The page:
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Prior to Lone Tree basketball games they boast about an important anniversary for their boys basketball coach.
The start of the 2017-2018 basketball season marked the 30th year with Tom Squiers as the head of the Lone Tree’s boys basketball program.
The milestone marked this year is one that gradually snuck up on Squiers and when he looks back at the coach he was when he started three decades ago, his style with the kids more so than his style of play is what he feels has evolved.
“I was a lot more of a yeller, I was maybe a bit harder on kids than I am now,” he said. “I am more of a talk-through-it type coach than I was 30 years ago.”
“Plus I think the players have changed. I think they’re a lot more skilled than they were 30 years ago. They have more opportunities to work on their games through AAU and team camps and individual camps.”
Squiers is also thankful for the fact that he inherited a program that already had a positive structure, saying he walked in to a pretty good basketball tradition 30 years ago. Just two years prior to him becoming the head coach Lone Tree won a state title in 1985.
“We don’t achieve the success we’ve had the last 30 years without some good players. I’ve been very fortunate that we’ve had kids that love basketball and have put in the time,” he said. “And we’ve been able to win quite a few basketball games because of that, as well as very supportive parents and a supportive community.”
Squiers has coached Lone Tree to the state tournament three times: a quarterfinals appearance in 1996, a fourth place finish in 2007 and a quarterfinals appearance in 2013.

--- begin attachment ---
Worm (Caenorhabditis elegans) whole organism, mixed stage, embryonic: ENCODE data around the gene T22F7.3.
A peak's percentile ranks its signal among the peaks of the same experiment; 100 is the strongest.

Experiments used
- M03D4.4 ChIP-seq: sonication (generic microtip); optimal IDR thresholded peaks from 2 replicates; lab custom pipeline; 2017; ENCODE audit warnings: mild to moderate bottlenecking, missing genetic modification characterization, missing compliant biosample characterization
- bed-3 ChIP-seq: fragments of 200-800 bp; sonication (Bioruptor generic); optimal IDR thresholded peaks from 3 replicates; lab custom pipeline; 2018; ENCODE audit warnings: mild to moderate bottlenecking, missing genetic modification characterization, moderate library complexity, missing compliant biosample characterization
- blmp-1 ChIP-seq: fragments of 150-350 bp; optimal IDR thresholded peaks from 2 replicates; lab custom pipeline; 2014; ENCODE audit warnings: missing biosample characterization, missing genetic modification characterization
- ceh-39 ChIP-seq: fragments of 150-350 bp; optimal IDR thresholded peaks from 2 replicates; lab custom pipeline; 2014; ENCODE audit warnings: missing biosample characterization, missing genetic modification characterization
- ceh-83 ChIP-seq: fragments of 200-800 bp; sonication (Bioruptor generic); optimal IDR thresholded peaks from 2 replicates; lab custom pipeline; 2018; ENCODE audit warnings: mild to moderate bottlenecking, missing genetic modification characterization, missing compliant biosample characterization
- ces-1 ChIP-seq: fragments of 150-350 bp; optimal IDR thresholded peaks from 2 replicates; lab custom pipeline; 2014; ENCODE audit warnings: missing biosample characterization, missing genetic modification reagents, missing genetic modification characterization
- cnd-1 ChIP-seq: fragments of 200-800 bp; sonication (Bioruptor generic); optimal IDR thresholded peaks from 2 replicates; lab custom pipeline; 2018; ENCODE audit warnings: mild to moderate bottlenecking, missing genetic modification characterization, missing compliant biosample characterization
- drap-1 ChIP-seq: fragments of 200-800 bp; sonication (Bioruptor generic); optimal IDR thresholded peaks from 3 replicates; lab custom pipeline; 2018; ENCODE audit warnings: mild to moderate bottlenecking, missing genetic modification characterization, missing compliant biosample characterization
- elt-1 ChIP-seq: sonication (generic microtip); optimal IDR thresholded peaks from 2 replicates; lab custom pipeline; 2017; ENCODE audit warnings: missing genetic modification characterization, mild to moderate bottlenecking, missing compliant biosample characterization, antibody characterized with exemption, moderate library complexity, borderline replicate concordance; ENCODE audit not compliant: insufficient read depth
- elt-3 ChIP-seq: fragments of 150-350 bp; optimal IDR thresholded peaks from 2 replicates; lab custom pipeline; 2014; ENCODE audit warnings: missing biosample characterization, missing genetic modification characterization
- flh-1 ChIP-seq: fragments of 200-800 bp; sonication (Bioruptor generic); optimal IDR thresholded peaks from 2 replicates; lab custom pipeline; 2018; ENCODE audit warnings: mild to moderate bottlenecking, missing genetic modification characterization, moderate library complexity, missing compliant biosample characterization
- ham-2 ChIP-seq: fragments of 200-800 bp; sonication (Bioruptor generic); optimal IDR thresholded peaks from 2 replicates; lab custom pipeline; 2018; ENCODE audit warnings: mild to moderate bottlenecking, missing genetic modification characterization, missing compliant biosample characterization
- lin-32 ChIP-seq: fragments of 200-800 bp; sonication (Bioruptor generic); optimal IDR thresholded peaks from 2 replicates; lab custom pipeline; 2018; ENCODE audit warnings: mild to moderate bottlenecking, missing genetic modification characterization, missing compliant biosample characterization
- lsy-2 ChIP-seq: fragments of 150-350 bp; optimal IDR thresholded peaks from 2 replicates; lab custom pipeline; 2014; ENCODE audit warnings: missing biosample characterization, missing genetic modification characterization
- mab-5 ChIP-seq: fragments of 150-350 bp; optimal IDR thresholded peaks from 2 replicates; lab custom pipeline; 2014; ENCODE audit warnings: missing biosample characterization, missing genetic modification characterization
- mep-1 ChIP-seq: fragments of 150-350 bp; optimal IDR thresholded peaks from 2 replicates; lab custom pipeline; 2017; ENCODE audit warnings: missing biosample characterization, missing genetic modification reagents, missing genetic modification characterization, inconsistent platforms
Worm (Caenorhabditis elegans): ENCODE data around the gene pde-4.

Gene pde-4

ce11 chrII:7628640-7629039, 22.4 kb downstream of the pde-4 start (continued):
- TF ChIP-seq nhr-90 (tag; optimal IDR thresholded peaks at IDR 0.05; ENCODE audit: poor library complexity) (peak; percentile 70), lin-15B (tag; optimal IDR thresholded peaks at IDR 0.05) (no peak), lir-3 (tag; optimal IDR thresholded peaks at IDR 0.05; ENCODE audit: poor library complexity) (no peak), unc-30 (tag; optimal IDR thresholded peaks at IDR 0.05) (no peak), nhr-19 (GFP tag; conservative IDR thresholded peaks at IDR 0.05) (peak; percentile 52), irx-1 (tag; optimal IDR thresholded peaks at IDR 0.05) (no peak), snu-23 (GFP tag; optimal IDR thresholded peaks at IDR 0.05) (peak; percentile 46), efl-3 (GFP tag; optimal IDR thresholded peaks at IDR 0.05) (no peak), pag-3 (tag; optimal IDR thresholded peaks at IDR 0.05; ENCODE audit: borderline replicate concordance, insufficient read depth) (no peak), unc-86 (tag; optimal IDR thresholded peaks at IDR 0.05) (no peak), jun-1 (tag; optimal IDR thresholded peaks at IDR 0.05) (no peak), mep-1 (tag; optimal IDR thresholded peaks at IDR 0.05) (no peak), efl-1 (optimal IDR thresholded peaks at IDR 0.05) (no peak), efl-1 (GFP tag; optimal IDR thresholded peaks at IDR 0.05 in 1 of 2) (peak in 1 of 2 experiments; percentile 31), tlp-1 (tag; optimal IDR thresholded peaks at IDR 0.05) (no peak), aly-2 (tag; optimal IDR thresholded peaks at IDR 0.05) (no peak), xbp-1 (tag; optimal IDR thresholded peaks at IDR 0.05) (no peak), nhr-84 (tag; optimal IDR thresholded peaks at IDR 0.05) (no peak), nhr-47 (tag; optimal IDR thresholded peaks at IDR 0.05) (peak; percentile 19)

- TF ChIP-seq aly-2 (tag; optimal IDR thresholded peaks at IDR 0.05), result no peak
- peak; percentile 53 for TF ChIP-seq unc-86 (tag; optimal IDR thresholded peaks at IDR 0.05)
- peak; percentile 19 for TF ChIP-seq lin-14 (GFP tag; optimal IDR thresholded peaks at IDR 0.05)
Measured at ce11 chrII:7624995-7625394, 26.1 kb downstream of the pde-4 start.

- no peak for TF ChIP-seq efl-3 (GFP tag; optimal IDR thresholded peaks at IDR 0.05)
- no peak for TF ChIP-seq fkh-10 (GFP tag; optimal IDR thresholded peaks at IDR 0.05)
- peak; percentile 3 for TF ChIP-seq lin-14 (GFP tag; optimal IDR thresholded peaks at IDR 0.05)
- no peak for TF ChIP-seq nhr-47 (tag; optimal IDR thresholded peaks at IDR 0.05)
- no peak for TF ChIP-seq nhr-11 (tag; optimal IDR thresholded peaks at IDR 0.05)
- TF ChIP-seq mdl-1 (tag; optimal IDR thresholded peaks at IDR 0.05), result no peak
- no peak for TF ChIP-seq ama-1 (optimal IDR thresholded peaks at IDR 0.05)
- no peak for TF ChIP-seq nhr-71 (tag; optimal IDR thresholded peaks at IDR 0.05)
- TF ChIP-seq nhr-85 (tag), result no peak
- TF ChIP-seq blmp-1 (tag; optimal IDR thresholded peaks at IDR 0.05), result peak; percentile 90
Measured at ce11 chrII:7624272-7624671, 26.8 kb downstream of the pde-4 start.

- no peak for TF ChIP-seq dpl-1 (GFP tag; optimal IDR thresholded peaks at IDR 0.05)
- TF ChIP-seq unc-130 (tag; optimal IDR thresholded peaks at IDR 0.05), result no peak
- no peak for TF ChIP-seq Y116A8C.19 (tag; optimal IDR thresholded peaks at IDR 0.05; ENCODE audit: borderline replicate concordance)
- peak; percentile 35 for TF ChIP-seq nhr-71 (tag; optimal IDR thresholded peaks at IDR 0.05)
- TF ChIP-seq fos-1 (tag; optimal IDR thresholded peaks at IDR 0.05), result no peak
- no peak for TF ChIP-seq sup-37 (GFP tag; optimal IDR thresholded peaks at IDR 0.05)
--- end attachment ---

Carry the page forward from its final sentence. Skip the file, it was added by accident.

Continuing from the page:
Among all his accomplishments, the state tournament teams, the 400-plus wins, what he is most thankful for was the opportunity to coach his son Jovonte.
“I love my state tournament teams, don’t get me wrong. It was a great experience, but the greatest enjoyment I’ve had is coaching my son for four years,” Squiers said. “You don’t get a lot of opportunity to do that as a coach and I was fortunate that Jovonte also played at a high level.”
Things have now come full-circle concerning the junior Squiers, who has taken a place on the bench in a tie rather than a jersey with his father.
“He’s got a great knowledge of the game of basketball. He probably knows more about basketball than I do. He’s been around the game since he was 3-years old. He’s always been a gym rat,” Squiers said.Longevity among boys basketball coaches in the Southeast Iowa Super Conference is not unique to Squiers, as both Dwight Gingerich at Iowa Mennonite and Ken Spielbauer at Wapello previously eclipsed the mark.
Squiers said that’s something that really speaks to the quality of the conference because you have to go the extra step when preparing mentally and strategically to match up against coaches with that much experience. Squiers knows that those teams are going to be fundamentally sound, even within the dips that come along with a high school program and there’s a certain respect that comes along with that.
“You have to prepare just a little bit more because you’re just not going to trick those guys,” he said, acknowledging it worked the same way for him.
“There’s not a lot of things people can throw at me after 30 years that I haven’t seen.”
Squiers went on to say that among the programs in the conference, there’s another coach who’s building up a program that he thinks could be set up for a similar period of success long term.
“I think Marcus Hall’s done a really great job at Highland, just because he’s given them some longevity there,” Squiers said.
“He’s come in and established some tradition and …some consistency. It’s just made them such a good basketball program the last few years.”
That competitiveness, night in and night out from quality programs is what keeps things exciting for Squiers the last 30 years and the years yet to come.
“Every night it’s always been a war and it’s been fun the last 30 years competing with these guys.”